P&C insurance is proving its value as a good diversifier for reinsurers, especially given the positive trend in primary rates seen in recent years, according to an Aon report.
The combination of a difficult real estate experience, high levels of primary accident rates and thoughtful management of original limits make P&C insurance a worthy diversifier for reinsurers, the July edition of Aon’s “Reinsurance Market Outlook”.
The report provided a summary of the themes that existed on many accident renewals in July 2021, which included the following:
- The P&C quota market has been reinvigorated by new capacity as well as many long-standing P&C reinsurers aiming for growth given current market conditions with tightening rates. However, although they continue to support accident quota shares significantly, some historically larger authors have taken a more cautious view of the underlying trends that have limited the desire for meaningful growth.
- The capacity of stop loss programs depends on the performance of the program and is not as readily available as support for proportional investments.
- The pro-rated environmental capacity remains strong, despite comparatively lower original rate increases than some other P&C lines. Stop loss capacity is largely price dependent and less diversified.
- Professional civil liability has also seen a sharp increase in the capacities available on the market. Improved sales commissions and multi-year capacity are obtained during renewals.
- The capacity exists for pro-rated and excess of loss medical programs, although reinsurers remain cautious.
- Insurers take more of their investments on a net pro rata basis, supported by steep rate hikes on the underlying business and greater convenience with reduced gross limits in their portfolio. With respect to future renewals, continued demand is likely for stop loss and hybrid investments.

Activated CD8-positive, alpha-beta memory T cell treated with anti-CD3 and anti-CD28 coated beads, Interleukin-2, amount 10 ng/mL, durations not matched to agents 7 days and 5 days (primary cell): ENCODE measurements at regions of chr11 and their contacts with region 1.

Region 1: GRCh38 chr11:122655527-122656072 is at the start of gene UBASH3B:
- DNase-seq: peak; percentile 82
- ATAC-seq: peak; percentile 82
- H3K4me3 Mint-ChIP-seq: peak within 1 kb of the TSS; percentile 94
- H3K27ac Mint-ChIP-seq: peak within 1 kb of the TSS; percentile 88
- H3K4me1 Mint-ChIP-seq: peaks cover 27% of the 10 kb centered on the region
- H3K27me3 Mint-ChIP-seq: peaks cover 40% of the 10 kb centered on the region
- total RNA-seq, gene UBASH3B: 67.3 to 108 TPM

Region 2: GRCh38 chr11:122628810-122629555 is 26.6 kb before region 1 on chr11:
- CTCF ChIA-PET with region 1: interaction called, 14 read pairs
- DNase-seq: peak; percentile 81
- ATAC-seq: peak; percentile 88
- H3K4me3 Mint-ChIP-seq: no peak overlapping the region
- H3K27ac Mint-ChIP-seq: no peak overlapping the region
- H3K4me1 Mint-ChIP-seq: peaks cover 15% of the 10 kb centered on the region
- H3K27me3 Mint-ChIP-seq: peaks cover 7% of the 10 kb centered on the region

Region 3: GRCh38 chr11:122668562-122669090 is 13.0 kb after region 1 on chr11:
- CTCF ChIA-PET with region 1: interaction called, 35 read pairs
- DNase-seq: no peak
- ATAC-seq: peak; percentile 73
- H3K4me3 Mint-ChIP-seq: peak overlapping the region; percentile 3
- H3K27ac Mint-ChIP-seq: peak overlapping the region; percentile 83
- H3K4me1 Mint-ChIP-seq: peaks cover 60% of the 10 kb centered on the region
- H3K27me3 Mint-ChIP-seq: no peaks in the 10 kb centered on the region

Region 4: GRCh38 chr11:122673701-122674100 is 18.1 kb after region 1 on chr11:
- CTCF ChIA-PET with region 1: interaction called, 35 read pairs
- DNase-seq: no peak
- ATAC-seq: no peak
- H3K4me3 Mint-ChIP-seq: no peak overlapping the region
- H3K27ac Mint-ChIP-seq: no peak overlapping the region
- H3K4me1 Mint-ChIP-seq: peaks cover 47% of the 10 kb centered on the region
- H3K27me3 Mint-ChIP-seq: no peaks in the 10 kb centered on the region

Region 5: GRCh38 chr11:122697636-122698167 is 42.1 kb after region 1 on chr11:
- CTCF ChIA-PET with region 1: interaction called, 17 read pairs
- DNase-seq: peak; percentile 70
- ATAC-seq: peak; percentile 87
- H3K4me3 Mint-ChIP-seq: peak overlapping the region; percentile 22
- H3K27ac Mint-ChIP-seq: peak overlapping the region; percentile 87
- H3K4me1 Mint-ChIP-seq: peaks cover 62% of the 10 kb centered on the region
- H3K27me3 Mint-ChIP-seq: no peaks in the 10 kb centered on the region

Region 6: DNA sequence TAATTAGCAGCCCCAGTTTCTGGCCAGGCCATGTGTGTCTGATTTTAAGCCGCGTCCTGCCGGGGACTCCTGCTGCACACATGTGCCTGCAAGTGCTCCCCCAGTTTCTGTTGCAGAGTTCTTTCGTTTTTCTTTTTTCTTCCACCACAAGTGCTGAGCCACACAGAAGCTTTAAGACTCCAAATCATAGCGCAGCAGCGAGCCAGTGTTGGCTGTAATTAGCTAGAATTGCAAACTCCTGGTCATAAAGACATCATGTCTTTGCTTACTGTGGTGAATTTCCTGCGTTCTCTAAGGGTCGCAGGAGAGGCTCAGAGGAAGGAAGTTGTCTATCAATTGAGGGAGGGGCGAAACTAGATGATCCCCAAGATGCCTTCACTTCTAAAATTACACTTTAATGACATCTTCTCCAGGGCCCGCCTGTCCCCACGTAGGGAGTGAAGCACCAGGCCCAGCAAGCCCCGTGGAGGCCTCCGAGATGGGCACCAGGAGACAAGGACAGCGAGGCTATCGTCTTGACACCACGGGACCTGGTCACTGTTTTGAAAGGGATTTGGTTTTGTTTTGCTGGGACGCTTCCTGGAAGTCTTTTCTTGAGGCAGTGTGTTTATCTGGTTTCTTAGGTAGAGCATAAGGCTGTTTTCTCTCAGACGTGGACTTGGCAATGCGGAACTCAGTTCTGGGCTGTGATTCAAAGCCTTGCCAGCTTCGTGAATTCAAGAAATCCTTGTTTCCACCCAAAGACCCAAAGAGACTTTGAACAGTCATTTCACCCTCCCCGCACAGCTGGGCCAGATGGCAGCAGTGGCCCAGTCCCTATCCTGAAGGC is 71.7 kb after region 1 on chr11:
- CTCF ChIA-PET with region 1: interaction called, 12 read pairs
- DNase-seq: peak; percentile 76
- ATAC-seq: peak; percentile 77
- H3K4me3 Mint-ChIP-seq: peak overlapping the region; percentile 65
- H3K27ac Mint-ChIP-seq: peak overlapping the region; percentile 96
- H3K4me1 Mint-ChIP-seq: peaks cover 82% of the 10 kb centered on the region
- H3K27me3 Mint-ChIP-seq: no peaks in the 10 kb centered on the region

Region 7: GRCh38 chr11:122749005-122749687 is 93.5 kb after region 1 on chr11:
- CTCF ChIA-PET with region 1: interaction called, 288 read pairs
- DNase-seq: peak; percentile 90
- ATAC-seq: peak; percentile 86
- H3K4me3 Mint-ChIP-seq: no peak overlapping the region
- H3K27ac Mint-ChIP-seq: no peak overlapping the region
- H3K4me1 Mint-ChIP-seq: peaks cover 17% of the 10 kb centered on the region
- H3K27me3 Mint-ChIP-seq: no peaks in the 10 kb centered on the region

- Reinsurers continue to refine the pricing methodology for lower layer excess loss programs. The volatility of performance between programs has created more scrutiny of individual investments at these levels.
- The ad hoc clauses specific to reinsurers have been able to be standardized in certain cases given the capacity available in many lines of damage.
- Communicable diseases are no longer the dominant topic of discussion with most markets.
- The London market is navigating the UK regulatory requirement for all re / insurance companies – Lloyds and non-Lloyds – to have contractual clarity on cyber coverage / exclusion as of July 1.
- Social inflation continues to be a concern for the reinsurance market, which is potentially exacerbated by the pressures associated with the backlog. The cases of iconic victims will resume their work in the legal system and test political language. Given speculation about the acceleration of civil liability in a “post-COVID-19” environment where economic disparities appear to have widened, reinsurance remains an important source of capital for insurers.
- The assessment of liability accumulations is a growing concern for insurers.
- While there are many emerging / emerging risks on the radar, opioids and PFAS continue to dominate discussions, with wildfires remaining a central concern.
- Clash coverage remains available, despite a difficult year for some programs. New buyers are studying traditional coverage and exploring the design of non-traditional programs.
Aon’s Reinsurance Aggregate report analyzes the following companies: Alleghany, Arch, Argo, AXIS, Beazley, Everest Re, Fairfax, Hannover Re, Hiscox, Lancashire, Mapfre, Markel, Munich Re, QBE, Qatar Insurance, RenRe, SCOR, SiriusPoint, Swiss Re, and WR Berkley.
Aon Property & Casualty reinsurance
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